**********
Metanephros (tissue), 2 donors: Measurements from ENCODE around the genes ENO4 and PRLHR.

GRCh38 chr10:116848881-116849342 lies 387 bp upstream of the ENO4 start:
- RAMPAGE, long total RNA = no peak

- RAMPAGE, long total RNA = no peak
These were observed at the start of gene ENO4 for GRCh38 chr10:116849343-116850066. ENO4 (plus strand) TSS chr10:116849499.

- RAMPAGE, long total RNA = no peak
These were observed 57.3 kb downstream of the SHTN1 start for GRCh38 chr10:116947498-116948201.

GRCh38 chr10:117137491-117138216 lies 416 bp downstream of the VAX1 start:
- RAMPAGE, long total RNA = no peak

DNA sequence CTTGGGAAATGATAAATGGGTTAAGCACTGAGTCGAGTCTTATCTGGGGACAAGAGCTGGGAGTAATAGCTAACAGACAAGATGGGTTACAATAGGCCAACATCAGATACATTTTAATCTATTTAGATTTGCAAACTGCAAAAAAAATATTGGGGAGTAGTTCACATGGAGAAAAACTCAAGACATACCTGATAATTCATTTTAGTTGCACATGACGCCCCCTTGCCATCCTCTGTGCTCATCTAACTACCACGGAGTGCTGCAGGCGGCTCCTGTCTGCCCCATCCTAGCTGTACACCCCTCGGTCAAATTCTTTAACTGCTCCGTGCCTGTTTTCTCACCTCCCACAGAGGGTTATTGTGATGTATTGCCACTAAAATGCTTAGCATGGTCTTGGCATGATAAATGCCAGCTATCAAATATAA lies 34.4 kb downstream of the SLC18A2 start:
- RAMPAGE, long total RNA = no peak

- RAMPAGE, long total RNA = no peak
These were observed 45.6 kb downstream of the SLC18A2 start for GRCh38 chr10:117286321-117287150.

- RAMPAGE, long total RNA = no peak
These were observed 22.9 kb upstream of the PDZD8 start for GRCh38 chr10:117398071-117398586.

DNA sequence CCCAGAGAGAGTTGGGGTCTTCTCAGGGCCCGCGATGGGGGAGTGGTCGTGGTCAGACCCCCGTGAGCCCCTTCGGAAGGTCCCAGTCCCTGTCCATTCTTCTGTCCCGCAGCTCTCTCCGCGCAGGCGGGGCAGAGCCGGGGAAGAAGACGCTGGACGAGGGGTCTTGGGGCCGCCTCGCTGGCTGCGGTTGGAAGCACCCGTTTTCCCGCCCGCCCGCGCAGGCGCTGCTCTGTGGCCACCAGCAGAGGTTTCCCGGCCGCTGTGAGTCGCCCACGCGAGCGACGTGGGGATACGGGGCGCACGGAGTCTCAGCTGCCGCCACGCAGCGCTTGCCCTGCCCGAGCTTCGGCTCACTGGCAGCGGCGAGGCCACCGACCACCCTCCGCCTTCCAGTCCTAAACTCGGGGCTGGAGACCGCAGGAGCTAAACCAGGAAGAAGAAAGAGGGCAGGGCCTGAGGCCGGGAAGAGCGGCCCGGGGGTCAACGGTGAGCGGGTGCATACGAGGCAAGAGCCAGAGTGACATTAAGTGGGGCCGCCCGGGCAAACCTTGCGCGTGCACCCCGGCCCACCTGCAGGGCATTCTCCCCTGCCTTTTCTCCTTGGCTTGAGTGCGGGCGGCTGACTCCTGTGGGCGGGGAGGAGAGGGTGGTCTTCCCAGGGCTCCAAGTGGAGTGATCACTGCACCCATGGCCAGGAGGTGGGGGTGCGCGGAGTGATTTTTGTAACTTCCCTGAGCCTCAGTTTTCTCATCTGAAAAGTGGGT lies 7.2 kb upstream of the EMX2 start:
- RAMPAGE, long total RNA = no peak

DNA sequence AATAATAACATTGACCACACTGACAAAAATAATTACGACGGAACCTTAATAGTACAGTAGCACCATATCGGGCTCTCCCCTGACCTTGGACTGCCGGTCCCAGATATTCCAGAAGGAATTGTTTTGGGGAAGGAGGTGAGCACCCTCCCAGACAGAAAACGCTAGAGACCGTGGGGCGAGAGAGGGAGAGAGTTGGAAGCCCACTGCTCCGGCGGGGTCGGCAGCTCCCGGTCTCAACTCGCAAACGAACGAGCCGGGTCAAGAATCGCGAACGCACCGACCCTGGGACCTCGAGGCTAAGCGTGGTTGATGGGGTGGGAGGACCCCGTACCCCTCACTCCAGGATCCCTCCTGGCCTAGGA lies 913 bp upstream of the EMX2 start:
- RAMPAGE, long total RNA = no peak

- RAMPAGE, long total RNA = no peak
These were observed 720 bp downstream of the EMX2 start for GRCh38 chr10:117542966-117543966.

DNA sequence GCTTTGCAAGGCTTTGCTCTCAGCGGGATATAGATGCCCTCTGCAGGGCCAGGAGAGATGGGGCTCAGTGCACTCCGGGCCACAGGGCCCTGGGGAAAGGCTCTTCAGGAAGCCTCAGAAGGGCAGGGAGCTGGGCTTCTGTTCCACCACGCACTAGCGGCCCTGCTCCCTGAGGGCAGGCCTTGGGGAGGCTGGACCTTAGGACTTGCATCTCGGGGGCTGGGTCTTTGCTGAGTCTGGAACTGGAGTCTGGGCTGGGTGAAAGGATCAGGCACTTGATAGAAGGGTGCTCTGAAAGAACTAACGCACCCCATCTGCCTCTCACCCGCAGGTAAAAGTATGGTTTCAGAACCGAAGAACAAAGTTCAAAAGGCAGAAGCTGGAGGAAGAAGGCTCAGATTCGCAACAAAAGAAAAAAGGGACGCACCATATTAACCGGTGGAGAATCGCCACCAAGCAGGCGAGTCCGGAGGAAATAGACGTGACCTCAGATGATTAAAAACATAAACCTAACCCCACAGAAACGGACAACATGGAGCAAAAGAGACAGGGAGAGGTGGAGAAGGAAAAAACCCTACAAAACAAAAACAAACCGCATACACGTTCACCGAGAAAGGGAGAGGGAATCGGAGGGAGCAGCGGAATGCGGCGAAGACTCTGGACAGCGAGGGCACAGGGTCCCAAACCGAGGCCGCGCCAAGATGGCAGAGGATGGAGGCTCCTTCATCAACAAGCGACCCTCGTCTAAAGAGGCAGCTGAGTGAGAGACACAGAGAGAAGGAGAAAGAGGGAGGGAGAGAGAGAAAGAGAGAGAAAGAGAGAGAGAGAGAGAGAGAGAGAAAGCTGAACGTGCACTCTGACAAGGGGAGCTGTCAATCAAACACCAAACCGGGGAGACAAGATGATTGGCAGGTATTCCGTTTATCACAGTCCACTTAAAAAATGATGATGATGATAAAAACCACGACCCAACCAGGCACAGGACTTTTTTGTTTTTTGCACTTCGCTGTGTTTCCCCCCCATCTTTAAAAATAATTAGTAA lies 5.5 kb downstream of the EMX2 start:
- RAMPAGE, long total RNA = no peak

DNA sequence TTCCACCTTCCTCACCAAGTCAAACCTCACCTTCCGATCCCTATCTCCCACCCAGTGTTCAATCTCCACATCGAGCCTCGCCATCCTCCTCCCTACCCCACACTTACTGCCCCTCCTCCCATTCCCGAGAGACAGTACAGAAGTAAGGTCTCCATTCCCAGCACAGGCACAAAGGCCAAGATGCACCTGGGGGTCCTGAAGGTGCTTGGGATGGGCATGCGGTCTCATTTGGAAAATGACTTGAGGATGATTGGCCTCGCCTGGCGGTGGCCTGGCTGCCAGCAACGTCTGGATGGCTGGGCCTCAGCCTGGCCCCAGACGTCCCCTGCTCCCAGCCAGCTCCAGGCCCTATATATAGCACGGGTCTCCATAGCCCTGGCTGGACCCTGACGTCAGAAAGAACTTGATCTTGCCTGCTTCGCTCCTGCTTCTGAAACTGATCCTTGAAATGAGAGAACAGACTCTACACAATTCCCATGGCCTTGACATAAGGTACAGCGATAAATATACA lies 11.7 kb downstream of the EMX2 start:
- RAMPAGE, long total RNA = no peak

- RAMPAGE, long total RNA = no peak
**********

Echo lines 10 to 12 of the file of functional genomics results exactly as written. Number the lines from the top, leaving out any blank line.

DNA sequence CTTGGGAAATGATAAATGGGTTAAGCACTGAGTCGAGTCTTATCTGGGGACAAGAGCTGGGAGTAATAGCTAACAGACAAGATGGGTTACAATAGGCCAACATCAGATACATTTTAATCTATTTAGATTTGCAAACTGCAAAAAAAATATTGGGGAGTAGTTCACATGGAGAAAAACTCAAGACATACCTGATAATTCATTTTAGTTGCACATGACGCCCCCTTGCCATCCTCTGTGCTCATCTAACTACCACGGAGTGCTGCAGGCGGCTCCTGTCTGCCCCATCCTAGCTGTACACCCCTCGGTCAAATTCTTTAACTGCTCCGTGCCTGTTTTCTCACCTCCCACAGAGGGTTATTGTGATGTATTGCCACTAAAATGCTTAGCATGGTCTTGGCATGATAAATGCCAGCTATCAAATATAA lies 34.4 kb downstream of the SLC18A2 start:
- RAMPAGE, long total RNA = no peak

- RAMPAGE, long total RNA = no peak